Alumni Horizon Award recipient honoured for her research into Indigenous education and history

Dr. Apooyak’ii / Tiffany Prete is using her expertise to shed light on the historical impacts of colonial education systems in Canada

Lauren Bannon - 31 October 2022

While pursuing her graduate studies in Educational Policy Studies with an Indigenous Peoples Education specialization at the University of Alberta, Dr. Apooyak’ii / Tiffany Prete discovered a profound sense of belonging.

“It was the first time I felt welcomed as an Indigenous person into a formal educational setting, and it was also the first time I was encouraged to be who I am, Niitsitapi (a Real person),” she says. “It was the first time I had Indigenous professors, who are all strong, female academics. It was inspiring to be mentored and taught by these individuals.”

This life-changing experience opened a path that would lead Prete to help implement important changes to Alberta’s educational policies.

In her dissertation, Indigenizing Educational Policy; Our Shared Responsibility, Prete examined how effective Alberta Education’s First Nations, Metis and Inuit policy framework is at creating positive perceptions and understanding of the histories and cultures of Indigenous Peoples in Canada. She argues that incorporating Indigenous knowledges into the system is necessary and that it not only has positive implications for Indigenous students but for non-Indigenous students’ understanding as well.

“I compared two educational approaches that Alberta Education has implemented for students to learn about Indigenous Peoples in Canada, both Aboriginal Studies course work at the secondary level and the integration of Indigenous knowledges in the K-12 curriculum,” she says. “One of the major findings of my research is that students who experienced these courses had a more positive perception of Indigenous Peoples.”

Knowing she had uncovered a significant concept, she brought her dissertation to life by educating government officials, politicians, educational leaders and teachers on how they can use her findings to bring about change in the province’s classrooms. The conclusions of her research were recommendations for Alberta Education on how to improve its policy framework in the field of Indigenous education.

In addition to making impacts on the provincial education system, she is also using her expertise as a researcher to shed light on the historical impacts of colonial education systems in Canada, specifically for her own people, the Blood Tribe.

Working alongside guidelines laid out by the Truth and Reconciliation Commission of Canada’s Calls to Actions, specifically number 78 — which calls for communities to research and produce histories of their residential school experiences — she has conducted archival and oral history research in order to reveal and record significant aspects of the Blood Tribe’s Indian residential school history. She shared her documentation with Blood Tribe Elders and helped expand her tribe’s understanding of the history of the colonial education system and its impact on their people.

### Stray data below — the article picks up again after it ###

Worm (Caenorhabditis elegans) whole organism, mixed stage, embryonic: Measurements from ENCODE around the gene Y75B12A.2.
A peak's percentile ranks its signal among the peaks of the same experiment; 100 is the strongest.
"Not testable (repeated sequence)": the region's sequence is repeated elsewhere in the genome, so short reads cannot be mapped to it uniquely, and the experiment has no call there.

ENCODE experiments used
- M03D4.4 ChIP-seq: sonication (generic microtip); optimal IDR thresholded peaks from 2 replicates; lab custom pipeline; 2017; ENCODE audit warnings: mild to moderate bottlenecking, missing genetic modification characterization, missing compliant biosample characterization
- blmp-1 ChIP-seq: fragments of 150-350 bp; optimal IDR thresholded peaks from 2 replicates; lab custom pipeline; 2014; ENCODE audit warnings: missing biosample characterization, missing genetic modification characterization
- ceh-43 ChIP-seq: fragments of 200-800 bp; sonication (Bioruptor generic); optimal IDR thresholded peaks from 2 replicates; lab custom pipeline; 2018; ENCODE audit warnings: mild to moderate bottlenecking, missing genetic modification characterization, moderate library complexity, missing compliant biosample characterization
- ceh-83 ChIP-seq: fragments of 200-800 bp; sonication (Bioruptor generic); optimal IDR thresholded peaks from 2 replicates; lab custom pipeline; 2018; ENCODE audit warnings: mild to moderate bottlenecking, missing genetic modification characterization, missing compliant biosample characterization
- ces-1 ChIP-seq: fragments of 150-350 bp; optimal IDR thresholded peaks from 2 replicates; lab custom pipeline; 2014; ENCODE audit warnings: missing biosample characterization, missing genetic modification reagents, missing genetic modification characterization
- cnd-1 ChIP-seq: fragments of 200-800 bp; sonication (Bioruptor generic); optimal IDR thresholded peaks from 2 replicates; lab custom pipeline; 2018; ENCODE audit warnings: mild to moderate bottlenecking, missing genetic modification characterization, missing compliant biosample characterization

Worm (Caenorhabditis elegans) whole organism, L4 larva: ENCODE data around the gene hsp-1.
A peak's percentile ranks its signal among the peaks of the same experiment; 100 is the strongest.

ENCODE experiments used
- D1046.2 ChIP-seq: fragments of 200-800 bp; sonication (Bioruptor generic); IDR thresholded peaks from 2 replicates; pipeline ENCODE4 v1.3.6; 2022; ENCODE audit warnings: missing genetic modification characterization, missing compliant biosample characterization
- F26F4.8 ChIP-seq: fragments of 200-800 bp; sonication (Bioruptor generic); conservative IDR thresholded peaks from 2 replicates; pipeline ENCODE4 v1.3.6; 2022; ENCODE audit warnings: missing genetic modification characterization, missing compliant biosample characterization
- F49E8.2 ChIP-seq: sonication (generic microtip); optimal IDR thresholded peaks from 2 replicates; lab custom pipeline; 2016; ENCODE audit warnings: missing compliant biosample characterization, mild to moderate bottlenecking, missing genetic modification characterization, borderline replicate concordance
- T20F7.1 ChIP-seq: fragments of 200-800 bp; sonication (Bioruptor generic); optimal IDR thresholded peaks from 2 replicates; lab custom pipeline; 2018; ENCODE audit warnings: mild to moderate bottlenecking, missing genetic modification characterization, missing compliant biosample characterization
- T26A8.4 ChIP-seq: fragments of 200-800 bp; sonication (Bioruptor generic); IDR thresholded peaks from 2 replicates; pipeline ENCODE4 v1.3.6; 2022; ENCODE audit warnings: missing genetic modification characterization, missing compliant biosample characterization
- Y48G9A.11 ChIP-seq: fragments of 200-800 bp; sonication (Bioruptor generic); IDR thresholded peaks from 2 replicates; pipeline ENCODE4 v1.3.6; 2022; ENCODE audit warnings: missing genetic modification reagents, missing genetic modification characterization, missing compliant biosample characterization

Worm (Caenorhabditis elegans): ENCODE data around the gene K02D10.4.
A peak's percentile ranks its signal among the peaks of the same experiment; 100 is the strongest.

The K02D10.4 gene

She also uses photographs as a tool to uncover parts of this history. As an important act of redress and reconciliation in this project, residential school survivors have been invited to share stories about the photographs, allowing her people to tell their own history in their own words.

“My sole purpose in becoming Dr. Prete is so that I can serve my Blood People and engage in research that is meaningful to us and address the pressing needs that we currently face,” she says.

“The intent of my work is to help Indigenous Peoples heal from the traumas they have encountered from colonization and to teach all Canadians the truth of our colonial history. Learning this history helps to position why Indigenous ways of knowing, being, and doing are important and why it is vital for Indigenous Peoples to reclaim their traditional ways of life.”

Receiving recognition

This November, the distinguished alumni and now adjunct professor in the Faculty of Education as well as an assistant professor at the University of Lethbridge, is being recognized for her far-reaching impacts as a true change-maker. Prete has been named a recipient of a 2022 Alumni Horizon Award, which recognizes outstanding contributions to the community of U of A graduates.

“I was very honoured and humbled to learn I was a recipient of the award,” she says. “When I learned I won, I was utterly shocked and surprised — I had no idea that I had been nominated!”

When asked what this award means to her, she reflects on her own educational journey as an Indigenous woman.

“Growing up Indigenous in Canada, I was always made to feel insignificant and worthless. I was repeatedly told that I would never amount to anything. While I never wanted to believe these statements were true, they unfortunately affected me for a time in my life. Through my post-secondary education, I was able to overcome these false statements and become comfortable with and empowered by who I am, a Niitsitapiaakii, a Blackfoot woman and scholar.”

“As insignificant as I have once felt in my life, this award to me helps reinforce that small actions, as unimportant as we might think they are, have the potential to make a big impact,” she says.